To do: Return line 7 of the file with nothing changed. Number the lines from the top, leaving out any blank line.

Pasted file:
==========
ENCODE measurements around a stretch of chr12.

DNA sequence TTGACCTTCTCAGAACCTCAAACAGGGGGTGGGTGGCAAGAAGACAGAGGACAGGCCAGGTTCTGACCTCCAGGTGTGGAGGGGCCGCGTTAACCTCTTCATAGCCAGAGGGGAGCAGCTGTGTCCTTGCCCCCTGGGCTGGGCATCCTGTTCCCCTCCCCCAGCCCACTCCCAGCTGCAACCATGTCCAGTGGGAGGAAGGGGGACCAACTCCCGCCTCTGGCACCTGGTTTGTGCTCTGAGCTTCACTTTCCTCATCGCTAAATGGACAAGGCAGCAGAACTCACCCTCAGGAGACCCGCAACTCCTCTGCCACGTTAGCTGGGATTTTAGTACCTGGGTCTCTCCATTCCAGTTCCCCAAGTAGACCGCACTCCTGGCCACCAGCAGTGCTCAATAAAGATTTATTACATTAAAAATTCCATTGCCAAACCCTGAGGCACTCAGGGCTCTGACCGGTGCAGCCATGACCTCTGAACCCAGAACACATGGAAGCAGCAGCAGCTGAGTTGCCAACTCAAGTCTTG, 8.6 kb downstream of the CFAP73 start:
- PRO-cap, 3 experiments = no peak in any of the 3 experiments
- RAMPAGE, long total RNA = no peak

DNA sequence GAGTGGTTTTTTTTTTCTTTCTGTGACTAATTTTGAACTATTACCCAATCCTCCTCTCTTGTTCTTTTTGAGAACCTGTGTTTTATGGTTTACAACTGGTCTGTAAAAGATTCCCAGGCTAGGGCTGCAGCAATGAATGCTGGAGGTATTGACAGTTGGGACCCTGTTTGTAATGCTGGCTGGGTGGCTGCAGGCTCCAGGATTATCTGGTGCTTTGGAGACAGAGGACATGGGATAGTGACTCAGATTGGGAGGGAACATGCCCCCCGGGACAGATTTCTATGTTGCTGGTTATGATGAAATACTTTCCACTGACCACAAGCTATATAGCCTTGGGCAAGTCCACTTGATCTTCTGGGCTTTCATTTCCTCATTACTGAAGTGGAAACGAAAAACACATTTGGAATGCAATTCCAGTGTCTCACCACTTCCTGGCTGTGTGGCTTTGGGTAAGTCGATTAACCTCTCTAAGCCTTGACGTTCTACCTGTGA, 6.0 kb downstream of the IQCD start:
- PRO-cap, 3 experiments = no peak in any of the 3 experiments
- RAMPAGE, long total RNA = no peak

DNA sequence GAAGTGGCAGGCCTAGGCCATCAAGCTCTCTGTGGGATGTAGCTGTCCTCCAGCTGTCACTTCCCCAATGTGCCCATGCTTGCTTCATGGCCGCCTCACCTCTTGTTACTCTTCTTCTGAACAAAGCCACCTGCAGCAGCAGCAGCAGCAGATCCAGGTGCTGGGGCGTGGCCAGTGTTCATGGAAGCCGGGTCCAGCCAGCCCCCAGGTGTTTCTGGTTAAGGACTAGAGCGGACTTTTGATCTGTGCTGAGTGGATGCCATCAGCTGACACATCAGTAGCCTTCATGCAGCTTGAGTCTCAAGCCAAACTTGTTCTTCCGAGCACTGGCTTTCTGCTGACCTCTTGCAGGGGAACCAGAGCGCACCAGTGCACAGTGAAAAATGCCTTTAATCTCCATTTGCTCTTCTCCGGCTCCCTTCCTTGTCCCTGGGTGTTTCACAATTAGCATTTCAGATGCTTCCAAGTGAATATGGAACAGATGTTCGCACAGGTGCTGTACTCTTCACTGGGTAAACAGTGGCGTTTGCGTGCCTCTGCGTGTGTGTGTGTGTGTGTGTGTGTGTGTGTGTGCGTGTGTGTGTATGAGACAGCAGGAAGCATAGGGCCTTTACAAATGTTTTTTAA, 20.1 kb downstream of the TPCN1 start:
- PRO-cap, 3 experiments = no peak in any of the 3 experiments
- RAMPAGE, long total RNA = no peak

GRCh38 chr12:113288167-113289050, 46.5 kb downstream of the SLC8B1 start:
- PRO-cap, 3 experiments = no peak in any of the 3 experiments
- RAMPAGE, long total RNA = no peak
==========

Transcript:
- RAMPAGE, long total RNA = no peak